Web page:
Removing Barrel from Action

Discussion in 'Gunsmithing' started by The Real McCoy, Oct 24, 2008.

  1. The Real McCoy

    The Real McCoy Active Member

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    What is involved in removing a barrel from an action and reinstalling? I want to have a barrel fluted but the person doing the work will only accept barrels removed from the action. The gun in question is a Knight revolution II 50cal muzzleloader (if that makes any difference). If I can just unscrew the barrel and have the work done, then rescrew the barrel back on would make life alot easier.
     
  2. NesikaChad

    NesikaChad Well-Known Member

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    First off, let me pass this along so you don't end up disappointed.

    If you want your barrel fluted, make sure you clearly mark the 12 O clock position of the barrel before you remove it from the action. The shop performing the work has no idea where the clock position is and this will almost certainly result in the flutes not timing up properly when reinstalled on the action.

    As far as removal. You need some tools or a local gunsmith capable of doing this kind of work.

    A barrel vise is a must. These are typically made of steel and use two "C" shaped blocks that clamp together by screws or large bolts.

    Then you'll need inserts machined to your barrel cylinder's diameter. Typical sizes are 1.25, 1.200, and 1.150".

    From there, get some rosin for a ball glove.

    Take a strip of paper, dust it with rosin, and then wrap the barrel tightly where the jaws are going to contact the barrel. Now, take a can of Kroil and soak the threads of the barrel through the front scope mount hole. Hose everything you can so that it'll creep into the threads between the barrel and action.

    Now get a heat gun. Turn it on high and begin heating the receiver until the Kroil begins to smoke to high heaven (never had it catch on fire, so don't worry). When white smoke is pouring off the action, insert an action wrench (a big "key" machined to emulate the raceways of the action, the back end will be square and will allow a 1.125/1.25 12 point socket and breaker bar)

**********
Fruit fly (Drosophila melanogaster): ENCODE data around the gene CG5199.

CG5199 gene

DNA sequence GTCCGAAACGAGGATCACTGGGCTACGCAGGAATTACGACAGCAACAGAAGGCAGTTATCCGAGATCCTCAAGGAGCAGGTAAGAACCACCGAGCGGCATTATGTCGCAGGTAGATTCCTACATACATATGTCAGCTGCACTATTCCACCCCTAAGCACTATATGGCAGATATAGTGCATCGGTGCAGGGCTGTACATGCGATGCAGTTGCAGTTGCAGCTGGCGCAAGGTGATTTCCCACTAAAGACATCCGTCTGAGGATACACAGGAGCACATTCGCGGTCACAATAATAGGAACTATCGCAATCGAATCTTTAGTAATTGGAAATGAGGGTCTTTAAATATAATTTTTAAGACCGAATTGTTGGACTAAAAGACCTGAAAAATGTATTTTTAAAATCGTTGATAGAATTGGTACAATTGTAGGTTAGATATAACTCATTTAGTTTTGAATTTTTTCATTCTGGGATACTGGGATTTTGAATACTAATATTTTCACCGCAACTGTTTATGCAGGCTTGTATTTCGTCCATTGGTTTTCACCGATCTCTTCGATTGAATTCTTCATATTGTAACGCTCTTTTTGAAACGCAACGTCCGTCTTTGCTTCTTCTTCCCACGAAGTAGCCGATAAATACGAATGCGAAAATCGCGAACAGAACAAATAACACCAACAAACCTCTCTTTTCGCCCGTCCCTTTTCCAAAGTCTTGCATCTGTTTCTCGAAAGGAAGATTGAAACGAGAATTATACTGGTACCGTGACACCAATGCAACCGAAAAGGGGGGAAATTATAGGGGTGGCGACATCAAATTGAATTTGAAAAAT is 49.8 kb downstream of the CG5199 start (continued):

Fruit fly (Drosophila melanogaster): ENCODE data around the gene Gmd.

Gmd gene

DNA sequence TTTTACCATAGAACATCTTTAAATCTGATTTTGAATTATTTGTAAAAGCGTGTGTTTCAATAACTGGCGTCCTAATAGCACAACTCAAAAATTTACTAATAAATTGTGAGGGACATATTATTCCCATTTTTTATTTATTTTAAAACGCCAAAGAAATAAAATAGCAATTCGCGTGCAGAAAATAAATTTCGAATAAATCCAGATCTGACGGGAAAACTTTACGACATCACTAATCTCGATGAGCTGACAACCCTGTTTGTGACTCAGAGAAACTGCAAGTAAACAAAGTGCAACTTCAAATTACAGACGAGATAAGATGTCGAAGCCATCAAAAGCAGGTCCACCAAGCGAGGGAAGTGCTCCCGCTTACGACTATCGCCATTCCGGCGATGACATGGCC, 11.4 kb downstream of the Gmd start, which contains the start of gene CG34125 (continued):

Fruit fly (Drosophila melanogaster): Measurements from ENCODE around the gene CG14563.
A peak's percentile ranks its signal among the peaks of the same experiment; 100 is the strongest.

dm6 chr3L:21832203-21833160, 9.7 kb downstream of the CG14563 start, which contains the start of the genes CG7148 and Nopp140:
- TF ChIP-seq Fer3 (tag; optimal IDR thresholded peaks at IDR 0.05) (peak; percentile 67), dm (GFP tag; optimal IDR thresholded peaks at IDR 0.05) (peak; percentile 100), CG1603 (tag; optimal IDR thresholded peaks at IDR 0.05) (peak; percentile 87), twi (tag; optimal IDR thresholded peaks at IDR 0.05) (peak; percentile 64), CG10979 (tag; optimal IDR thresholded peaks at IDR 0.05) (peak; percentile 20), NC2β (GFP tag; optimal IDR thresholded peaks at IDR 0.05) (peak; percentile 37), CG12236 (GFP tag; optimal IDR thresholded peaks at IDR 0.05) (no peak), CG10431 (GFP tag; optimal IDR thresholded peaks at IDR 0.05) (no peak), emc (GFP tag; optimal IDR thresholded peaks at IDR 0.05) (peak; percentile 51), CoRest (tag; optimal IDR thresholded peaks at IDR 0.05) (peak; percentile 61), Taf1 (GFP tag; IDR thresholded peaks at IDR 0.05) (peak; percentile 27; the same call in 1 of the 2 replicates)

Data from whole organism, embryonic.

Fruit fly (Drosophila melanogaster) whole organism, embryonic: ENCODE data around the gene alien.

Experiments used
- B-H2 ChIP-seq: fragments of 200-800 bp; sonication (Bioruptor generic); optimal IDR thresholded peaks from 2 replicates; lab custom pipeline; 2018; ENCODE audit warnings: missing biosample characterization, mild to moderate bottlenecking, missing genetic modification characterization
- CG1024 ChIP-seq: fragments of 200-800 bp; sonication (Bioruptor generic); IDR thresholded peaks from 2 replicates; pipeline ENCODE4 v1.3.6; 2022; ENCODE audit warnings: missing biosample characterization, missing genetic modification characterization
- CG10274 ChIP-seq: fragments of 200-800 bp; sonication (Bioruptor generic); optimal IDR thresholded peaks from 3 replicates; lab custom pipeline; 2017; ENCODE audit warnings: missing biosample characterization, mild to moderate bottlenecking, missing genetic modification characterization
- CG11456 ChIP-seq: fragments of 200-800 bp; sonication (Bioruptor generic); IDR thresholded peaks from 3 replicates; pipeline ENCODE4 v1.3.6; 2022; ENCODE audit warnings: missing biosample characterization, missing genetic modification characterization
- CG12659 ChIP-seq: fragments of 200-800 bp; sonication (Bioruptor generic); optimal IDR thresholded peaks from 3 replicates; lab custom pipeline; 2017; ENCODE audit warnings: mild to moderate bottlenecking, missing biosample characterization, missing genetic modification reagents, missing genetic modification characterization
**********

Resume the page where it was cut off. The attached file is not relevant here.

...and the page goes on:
It'll more than likely take some effort and it'll probably "pop" when it finally lets go. From there it's just a matter of unscrewing it from the action. The rosin will stick to the barrel pretty good. Any cleaner should remove it.



    Good luck.
     

  3. JeffVN

    JeffVN Well-Known Member

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    hmmmm. I loosen the action screws and lift the barreled action out of the stock. I then wrap the barrel in a bit of newspaper to prevent scratching the paint on the barrel, put the barreled action into the barrel vice (with the action about an inch from the vice), insert the action wrench and turn with a bit of authority until it comes loose - no popping noises so far but that would be interesting. No heating guns or rosen are involved, but to each his own.

    I also make sure to put a bit of anti-seize on the threads of both the stainless barrel and the action and spread it out over the threads before putting it back on and then hand turning the barrel back onto the action, when it gets hand tight, I reinsert the action wrench and put a bit of torque on it (maybe 20-30 inch pounds), and its done. As a right-handed twist, the barrel will self-tighten from there, if it feels the need, as the bullet srun down the barrel.

    Next step is inserting and tightening the action screws, then torquing the action screws to the proper inch pounds, and I'm done.

    To be honest, it sounds more difficult then it really is. In fact, the last time I swapped out the barrel on my F-Class rig, I was in a real hurry and left the scope attached to the action and it suffered not the slightest ding or scratch.

    JeffVN
     
  4. royinidaho

    royinidaho Writers Guild

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  5. MagMan

    MagMan Well-Known Member

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    You have to have a very dry sense of humor if you don't laugh your ass off at that, classic.
     
  6. geargrinder

    geargrinder Well-Known Member

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    I know I'll never eat zucchini again.:D
     
  7. NesikaChad

    NesikaChad Well-Known Member

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    Being the former production manager for Nesika Bay Precision and Dakota Arms, Inc. taught me a few things and I wanted to pass them along.


    As Jeff said, to each his own.
     
  8. geargrinder

    geargrinder Well-Known Member

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    But Chad,

    Jeff was able to figure out how to get a barrel off an action that was set up to easily have the barrel taken off. Give him some credit.:rolleyes:

    All you did was give the very best detailed explanation I've ever read. Factory barrels are a mother.

    Thank you for sharing your insight and experience. I always enjoy reading your posts.